Movie Trailer: The Help, Starring Emma Stone

by | Apr 25th, 2011 | 3:40PM | Filed under: Trailers

Last week I devoured Kathryn Stockett’s 2009 novel The Help. I truly can’t remember the last time a book moved me so much that I literally couldn’t put it down — but that’s how I felt about Stockett’s story (told from three different perspectives) about a group of African-American maids in 1960s Jackson, Mississippi, and an aspiring author who wanted their voices to be heard.

I hadn’t been too interested in the book before I saw its trailer — typically I gravitate toward sci-fi or nonfiction. Plus, as lame as this may sound, I didn’t want to be depressed; I figured that any book dealing with racial injustice in the South during such a tumultuous decade was bound to be a weeper. But the trailer was much more upbeat than I’d expected, and so I gave The Help a chance.

The problem, of course, is that when I read the book I already had Emma Stone in my head as Skeeter, Bryce Dallas Howard as Hilly, Viola Davis as Aibileen, and Octavia Spencer as Minny. (Turns out that Spencer was actually the author’s inspiration for Minny in the first place, so no harm done from the trailer with that character!)

the-help-movieAfter I finished the novel I talked to a friend who’d read it when it first came out, and she was annoyed by the casting of Howard as Hilly. I can see her point — in the book Hilly has black hair and is not the slimmest woman on earth. I’m OK with Howard as Hilly, however, because more than her physical traits, I associated the character with snobbishness and faux-niceness, and it looks like Ron Howard’s offspring nailed it on those counts. The beef I do have with the trailer is kind of ironic, since it’s what inspired me to read the book: It’s too lighthearted. There was an undercurrent of dread running throughout the novel — a constant fear that something bad was going to happen to one of the beloved maids. And I didn’t get that sense at all from what was shown in the preview. I hope that in the rest of the film first-time director Tate Taylor stayed a bit more true to the book’s wide range of tones. Since Taylor is one of the author’s childhood friends and had optioned the film rights before the book was even published, I’m probably worrying about nothing.

The Help was a huge bestseller, so I know I’m not the only one who’s read it! What say the rest of you? Are the characters what you imagined? Are you excited for the adaptation’s August 12 release?

Redbox movies from the cast of The Help:

2 Responses to “Movie Trailer: The Help, Starring Emma Stone”

  1. Carla Hays
    Posted on April 26, 2011 at 9:51 pm

    Erika -

    I saw the trailer Sunday night when my husband (nice man that he is) took me to see “Water for Elephants”. (And, yes, I do have a word or two for you on that review!). I was SO excited, because I read the book several months ago, and had NO idea it was being made into a movie! I am in total agreement about the “lightheartedness” of the trailer. It only briefly alluded to trouble or repercussions from Skeeter’s project. It did, however, seem to exude that Southern attitude that we’ve seen a thousand times in movies from “To Kill a Mockingbird” to “Mississippi Burning”, and which was very much a part of “The Help”. I can’t wait to see it.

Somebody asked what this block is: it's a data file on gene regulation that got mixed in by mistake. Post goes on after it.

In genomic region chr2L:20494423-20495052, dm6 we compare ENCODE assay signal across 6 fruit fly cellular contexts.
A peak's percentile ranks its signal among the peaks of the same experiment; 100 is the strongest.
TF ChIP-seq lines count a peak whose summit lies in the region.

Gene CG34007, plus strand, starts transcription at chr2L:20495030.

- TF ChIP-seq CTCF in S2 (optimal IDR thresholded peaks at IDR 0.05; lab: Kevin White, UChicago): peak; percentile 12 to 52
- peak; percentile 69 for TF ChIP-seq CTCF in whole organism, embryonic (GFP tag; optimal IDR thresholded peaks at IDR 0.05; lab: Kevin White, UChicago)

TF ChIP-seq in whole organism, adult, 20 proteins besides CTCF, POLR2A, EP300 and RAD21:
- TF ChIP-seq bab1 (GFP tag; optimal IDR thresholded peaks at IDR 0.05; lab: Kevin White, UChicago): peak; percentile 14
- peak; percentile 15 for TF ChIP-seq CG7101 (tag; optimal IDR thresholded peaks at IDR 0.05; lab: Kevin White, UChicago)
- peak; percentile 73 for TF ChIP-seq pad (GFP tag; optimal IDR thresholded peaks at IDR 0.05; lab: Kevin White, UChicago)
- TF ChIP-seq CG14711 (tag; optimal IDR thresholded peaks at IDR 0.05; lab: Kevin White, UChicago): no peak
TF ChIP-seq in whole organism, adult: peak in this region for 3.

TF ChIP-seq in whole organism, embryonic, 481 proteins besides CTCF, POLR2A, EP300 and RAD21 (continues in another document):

Now, for WFE. I also read that book long before I knew anything about a movie. I know what you mean about discovering who will be playing certain characters before you’ve had a chance to read a novel. It definitely takes something away from your experience. So I’m happy to say that in both these cases I was untainted by Hollywood, so that may be the reason I disagree with you on your review of WFE. To me, it was a beautiful adaptation of Gruen’s story. I already knew how much Marlena and Jacob were in love, and what led to their feelings for each other, so I only had to sit back and watch it unfold. Had I gone in with no knowledge, I may have felt, as you did, that there was no spark between them. The cruelty to animals parts were sad, but to understand that period, and what went on in circuses during the 30′s, it had to be depicted, so I was able to stand it. Nothing makes me happier than to be transported to a different time and place, whether it be through the written word, or a movie, and this film did just that for me. I loved it, and thought it was breathtakingly beautiful. “True Grit” did the same thing for me, and that’s another all-time fave of mine. (The 2010 version).

    And for the record, I always agree with you on everything else – especially John Locke and all things “Lost”!! :)


  2. moviegoer123
    Posted on July 25, 2011 at 9:18 am

    Erika — I started reading the book The Help. I’m finding the book a little boring and not inspirational. I really would like to see the movie so should I continue reading the book? Or will it be like One Day, where I must read the book first because the film will ruin it? I may just give The Help a chance if the beginning gets better. (By the way, I read One Day and man, that book is fantastic. It’s an irresistable read.).